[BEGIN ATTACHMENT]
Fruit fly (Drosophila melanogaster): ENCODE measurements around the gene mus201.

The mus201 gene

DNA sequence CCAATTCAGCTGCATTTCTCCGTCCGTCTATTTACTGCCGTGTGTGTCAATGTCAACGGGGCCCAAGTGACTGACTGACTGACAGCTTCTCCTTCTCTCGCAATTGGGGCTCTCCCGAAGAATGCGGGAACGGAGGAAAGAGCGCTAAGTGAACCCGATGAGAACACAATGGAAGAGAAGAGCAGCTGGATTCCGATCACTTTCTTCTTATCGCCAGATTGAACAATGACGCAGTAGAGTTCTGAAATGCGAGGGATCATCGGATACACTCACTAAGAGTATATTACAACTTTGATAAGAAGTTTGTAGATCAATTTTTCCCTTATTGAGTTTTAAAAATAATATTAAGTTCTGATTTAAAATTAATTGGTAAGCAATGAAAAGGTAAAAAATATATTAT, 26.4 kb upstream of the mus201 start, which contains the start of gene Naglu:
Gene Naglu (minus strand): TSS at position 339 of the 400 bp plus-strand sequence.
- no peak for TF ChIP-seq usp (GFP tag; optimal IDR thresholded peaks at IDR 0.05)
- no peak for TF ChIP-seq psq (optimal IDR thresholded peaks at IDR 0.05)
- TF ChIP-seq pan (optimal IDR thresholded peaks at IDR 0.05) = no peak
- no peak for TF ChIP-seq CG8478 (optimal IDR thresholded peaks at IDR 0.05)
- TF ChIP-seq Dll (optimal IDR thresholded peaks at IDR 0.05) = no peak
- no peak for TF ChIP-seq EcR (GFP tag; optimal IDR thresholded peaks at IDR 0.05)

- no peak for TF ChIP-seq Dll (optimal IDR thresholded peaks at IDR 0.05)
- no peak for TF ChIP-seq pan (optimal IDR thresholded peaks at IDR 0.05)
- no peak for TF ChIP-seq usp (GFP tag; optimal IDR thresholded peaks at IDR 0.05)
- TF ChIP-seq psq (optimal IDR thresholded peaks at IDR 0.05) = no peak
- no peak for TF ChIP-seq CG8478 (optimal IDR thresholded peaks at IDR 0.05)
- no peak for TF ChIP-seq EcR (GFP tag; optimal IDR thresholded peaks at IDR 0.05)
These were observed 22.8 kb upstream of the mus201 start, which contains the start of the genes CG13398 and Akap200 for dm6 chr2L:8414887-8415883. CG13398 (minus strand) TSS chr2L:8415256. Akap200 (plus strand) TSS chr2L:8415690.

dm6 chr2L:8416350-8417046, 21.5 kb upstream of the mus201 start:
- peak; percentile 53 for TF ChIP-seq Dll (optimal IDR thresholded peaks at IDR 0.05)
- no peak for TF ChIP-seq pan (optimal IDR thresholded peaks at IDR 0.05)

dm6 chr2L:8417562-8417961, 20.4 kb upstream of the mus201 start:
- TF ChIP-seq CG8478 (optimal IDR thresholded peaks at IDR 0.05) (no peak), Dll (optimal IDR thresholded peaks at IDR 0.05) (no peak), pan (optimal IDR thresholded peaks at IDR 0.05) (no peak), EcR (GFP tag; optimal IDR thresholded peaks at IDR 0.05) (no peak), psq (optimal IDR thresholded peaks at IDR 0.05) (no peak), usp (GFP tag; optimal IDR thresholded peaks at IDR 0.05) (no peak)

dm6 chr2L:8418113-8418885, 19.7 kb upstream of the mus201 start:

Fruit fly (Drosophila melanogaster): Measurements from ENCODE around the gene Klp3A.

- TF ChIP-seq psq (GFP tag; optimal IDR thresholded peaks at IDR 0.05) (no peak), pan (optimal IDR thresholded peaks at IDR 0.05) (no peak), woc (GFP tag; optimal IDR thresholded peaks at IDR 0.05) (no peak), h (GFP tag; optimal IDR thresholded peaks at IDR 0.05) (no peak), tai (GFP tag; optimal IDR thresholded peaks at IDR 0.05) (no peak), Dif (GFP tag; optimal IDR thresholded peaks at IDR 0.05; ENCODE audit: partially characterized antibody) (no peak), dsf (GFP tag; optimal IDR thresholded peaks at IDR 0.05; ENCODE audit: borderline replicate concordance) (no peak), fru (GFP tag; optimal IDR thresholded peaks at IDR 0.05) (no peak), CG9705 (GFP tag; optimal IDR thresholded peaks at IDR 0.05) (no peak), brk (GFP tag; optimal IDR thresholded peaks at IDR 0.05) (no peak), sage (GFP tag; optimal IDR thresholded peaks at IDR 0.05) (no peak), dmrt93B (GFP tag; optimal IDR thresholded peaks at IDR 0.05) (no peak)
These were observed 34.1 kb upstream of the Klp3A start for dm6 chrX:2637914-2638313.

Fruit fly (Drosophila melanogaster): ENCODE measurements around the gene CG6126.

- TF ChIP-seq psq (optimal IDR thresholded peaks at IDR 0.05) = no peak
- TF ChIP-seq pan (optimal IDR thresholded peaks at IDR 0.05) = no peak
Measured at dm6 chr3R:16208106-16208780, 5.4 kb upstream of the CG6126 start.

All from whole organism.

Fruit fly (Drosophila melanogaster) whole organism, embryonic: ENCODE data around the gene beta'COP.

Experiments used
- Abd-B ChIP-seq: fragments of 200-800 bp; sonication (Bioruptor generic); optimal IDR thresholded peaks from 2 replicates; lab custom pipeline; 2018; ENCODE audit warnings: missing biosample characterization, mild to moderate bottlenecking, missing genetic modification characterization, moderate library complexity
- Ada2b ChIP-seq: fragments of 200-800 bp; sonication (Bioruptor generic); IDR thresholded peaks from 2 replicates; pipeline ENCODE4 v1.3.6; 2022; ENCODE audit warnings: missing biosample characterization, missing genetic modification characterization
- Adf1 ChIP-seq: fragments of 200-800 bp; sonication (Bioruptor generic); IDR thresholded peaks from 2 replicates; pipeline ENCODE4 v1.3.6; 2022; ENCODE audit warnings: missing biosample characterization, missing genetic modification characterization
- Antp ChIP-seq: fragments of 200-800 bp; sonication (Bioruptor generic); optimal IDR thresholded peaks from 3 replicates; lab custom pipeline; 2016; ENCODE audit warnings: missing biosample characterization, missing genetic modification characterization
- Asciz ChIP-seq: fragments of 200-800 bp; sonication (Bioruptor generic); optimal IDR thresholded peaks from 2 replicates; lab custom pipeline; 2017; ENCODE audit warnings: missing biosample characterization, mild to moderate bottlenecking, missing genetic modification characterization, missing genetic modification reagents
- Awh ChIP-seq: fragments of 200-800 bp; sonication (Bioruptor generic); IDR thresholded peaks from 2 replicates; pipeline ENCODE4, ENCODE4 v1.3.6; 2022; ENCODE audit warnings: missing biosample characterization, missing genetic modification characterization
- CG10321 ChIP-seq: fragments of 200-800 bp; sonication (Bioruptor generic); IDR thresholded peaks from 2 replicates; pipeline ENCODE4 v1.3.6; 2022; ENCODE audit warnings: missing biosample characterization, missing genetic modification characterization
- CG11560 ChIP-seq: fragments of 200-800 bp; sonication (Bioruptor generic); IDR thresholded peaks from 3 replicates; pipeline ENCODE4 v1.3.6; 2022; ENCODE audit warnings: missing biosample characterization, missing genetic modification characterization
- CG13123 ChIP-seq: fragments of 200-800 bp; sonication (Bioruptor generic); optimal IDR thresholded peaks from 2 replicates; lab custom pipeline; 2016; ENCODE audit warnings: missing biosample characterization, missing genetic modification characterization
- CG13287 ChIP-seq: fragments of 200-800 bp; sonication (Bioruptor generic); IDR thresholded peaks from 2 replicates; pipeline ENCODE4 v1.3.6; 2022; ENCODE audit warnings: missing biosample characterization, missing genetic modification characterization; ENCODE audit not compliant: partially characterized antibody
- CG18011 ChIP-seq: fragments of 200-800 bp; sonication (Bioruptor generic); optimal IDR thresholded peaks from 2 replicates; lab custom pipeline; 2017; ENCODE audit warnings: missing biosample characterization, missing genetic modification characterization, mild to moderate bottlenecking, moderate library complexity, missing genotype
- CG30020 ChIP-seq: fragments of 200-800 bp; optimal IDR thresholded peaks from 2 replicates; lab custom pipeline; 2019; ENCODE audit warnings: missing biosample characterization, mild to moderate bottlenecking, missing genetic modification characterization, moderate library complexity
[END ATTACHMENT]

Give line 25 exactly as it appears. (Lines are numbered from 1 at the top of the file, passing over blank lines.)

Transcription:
- TF ChIP-seq psq (GFP tag; optimal IDR thresholded peaks at IDR 0.05) (no peak), pan (optimal IDR thresholded peaks at IDR 0.05) (no peak), woc (GFP tag; optimal IDR thresholded peaks at IDR 0.05) (no peak), h (GFP tag; optimal IDR thresholded peaks at IDR 0.05) (no peak), tai (GFP tag; optimal IDR thresholded peaks at IDR 0.05) (no peak), Dif (GFP tag; optimal IDR thresholded peaks at IDR 0.05; ENCODE audit: partially characterized antibody) (no peak), dsf (GFP tag; optimal IDR thresholded peaks at IDR 0.05; ENCODE audit: borderline replicate concordance) (no peak), fru (GFP tag; optimal IDR thresholded peaks at IDR 0.05) (no peak), CG9705 (GFP tag; optimal IDR thresholded peaks at IDR 0.05) (no peak), brk (GFP tag; optimal IDR thresholded peaks at IDR 0.05) (no peak), sage (GFP tag; optimal IDR thresholded peaks at IDR 0.05) (no peak), dmrt93B (GFP tag; optimal IDR thresholded peaks at IDR 0.05) (no peak)